Nayan Chanda at PostGlobal

Nayan Chanda

New Haven, Conn., United States

Nayan Chanda is the Director of Publications and the Editor of YaleGlobal Online Magazine at the Yale Center for the Study of Globalization. For nearly thirty years before he joined Yale University, Chanda was with the Hong Kong-based magazine the Far Eastern Economic Review as its editor, editor-at-large and correspondent. Close.

Nayan Chanda

New Haven, Conn., United States

Nayan Chanda is the Director of Publications and the Editor of YaleGlobal Online Magazine at the Yale Center for the Study of Globalization. more »

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China's Leverage Is an Illusion

New Haven, USA - Despite constant talk about Chinese leverage over North Korea, the reality may just be the opposite. Given China's huge stake in security along its eastern border and the unpredictability of a nuclear-armed North Korea, the Beijing-Pyongyang relationship appears to be one in which the tail is wagging the dog.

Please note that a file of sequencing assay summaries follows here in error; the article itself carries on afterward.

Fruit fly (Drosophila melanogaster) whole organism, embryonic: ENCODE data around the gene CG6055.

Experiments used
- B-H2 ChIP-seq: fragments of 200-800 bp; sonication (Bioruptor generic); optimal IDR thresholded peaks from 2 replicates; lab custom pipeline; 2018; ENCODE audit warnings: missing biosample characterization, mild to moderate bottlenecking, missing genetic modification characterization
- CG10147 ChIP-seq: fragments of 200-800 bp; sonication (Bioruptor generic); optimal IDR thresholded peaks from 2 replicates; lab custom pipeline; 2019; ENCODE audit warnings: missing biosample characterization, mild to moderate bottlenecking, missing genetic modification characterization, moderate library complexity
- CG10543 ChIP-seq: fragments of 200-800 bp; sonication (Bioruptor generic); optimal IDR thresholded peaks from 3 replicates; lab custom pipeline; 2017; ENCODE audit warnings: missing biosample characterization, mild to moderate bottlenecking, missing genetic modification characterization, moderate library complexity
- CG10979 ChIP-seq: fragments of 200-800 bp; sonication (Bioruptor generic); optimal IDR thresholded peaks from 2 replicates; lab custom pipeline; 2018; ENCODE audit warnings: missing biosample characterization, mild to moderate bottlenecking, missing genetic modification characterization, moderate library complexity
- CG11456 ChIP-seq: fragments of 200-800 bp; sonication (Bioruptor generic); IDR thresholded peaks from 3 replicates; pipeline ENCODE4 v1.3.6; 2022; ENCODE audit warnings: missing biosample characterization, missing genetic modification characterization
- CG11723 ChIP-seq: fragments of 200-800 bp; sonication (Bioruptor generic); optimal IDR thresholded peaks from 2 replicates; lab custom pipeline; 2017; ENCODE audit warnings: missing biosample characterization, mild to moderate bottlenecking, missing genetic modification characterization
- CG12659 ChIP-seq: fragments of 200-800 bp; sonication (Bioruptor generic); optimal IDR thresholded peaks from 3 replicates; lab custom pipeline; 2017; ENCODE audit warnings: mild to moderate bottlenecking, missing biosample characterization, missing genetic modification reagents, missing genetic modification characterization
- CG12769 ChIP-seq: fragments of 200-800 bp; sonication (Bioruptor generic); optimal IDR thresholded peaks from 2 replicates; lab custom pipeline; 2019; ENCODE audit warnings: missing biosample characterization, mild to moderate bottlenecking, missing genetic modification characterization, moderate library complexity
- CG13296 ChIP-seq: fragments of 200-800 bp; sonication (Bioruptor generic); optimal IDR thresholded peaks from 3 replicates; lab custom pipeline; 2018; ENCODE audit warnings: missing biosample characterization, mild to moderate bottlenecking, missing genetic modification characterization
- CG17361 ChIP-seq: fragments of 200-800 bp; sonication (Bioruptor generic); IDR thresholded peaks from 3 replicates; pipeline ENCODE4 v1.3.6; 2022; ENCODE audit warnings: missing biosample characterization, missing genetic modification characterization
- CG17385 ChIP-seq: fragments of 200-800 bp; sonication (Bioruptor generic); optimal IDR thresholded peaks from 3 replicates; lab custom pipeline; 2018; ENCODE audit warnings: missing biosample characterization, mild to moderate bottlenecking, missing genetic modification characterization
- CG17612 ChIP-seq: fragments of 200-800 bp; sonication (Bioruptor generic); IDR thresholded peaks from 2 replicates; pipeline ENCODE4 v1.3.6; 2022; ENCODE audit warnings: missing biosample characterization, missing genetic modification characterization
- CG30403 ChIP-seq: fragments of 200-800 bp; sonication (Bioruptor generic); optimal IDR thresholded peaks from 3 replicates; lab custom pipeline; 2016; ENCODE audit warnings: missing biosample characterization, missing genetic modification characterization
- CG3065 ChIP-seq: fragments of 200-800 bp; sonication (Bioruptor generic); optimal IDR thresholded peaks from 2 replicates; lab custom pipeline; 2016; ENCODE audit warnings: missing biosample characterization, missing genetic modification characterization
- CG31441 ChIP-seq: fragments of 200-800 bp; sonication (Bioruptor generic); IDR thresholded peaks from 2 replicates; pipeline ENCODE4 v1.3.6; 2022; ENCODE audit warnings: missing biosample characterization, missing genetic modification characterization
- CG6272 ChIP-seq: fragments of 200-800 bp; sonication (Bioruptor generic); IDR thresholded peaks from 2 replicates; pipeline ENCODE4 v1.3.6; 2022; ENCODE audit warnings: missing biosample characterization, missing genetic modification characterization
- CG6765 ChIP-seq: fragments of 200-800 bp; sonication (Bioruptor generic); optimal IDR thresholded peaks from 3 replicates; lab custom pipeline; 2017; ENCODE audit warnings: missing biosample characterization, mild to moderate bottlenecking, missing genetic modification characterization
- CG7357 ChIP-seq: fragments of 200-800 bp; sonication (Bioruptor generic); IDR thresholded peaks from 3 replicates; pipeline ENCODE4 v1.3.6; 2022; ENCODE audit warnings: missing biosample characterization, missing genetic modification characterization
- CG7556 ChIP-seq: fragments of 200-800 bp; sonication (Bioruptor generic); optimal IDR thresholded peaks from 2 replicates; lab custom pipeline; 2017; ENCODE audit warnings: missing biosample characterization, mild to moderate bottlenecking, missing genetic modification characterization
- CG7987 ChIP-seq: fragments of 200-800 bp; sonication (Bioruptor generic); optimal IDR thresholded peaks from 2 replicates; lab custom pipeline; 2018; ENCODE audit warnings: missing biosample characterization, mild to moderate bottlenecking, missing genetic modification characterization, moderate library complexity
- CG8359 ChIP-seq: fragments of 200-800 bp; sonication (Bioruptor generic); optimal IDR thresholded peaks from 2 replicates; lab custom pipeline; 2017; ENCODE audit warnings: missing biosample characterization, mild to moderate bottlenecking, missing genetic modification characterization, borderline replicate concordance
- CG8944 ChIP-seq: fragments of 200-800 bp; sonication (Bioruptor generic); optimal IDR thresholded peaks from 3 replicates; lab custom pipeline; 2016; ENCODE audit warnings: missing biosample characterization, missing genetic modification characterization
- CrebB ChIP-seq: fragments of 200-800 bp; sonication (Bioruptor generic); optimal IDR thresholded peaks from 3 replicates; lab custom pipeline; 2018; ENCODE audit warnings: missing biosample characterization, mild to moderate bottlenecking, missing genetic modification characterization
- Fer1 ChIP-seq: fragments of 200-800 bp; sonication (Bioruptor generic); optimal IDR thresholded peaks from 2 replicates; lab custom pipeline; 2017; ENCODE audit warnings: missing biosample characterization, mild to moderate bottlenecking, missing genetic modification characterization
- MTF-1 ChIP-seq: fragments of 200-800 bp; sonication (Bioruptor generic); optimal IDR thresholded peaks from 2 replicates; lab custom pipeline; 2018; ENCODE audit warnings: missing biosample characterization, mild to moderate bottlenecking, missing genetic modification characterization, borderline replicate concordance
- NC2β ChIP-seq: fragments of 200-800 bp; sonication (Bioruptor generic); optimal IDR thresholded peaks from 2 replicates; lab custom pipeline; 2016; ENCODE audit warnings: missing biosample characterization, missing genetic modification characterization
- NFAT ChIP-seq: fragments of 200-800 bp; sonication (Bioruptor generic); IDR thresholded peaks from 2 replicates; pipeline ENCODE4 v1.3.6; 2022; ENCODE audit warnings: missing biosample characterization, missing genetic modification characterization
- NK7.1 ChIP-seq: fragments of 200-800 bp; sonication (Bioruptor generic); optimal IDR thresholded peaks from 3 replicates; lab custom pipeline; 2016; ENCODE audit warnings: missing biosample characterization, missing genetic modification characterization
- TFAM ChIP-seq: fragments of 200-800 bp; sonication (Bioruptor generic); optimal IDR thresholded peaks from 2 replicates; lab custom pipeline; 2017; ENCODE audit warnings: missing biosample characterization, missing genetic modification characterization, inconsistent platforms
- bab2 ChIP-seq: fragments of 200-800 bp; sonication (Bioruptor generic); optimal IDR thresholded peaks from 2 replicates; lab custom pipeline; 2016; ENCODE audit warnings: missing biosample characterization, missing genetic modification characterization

To be sure, China can halt the trains that regularly carry food and fuel to the intransigent socialist brother. But such an action could have unpredictable and undesirable consequences for China. If Chinese pressure resulted in a peaceful collapse of the regime, it would release a human wave of starving refugees across the border and into the Sea of Japan. An international humanitarian intervention in a chaotic North Korea or a rushed reunification with the South might ensue, which could bring American or other foreign forces right up to the Chinese border -- a dreaded prospect for Beijing.

The launch of the long-range Taepodong 2 missile may have been a flop, but by firing six short-range missiles in quick succession in the darkness of night, North Korea has basically put Beijing as well as Seoul and Tokyo on notice about its mischief-making capacity.

Fully aware that the Chinese Politburo is as worried as he is, if not more so, about the collapse of his regime, the Dear Leader could afford to ignore Beijing's warnings. The impact of the missile launches so far has been to galvanize China to lobby for more of what Kim wants -- direct talks with the U.S.

North Korea wants U.S. recognition as a nuclear power and would never give up nuclear weapons as the ultimate guarantor of regime security. For the right price, however, it would keep its missiles in the hangar. China ideally would like Kim not to have the nukes, but it could certainly live with a better-behaved nuclear North Korea.

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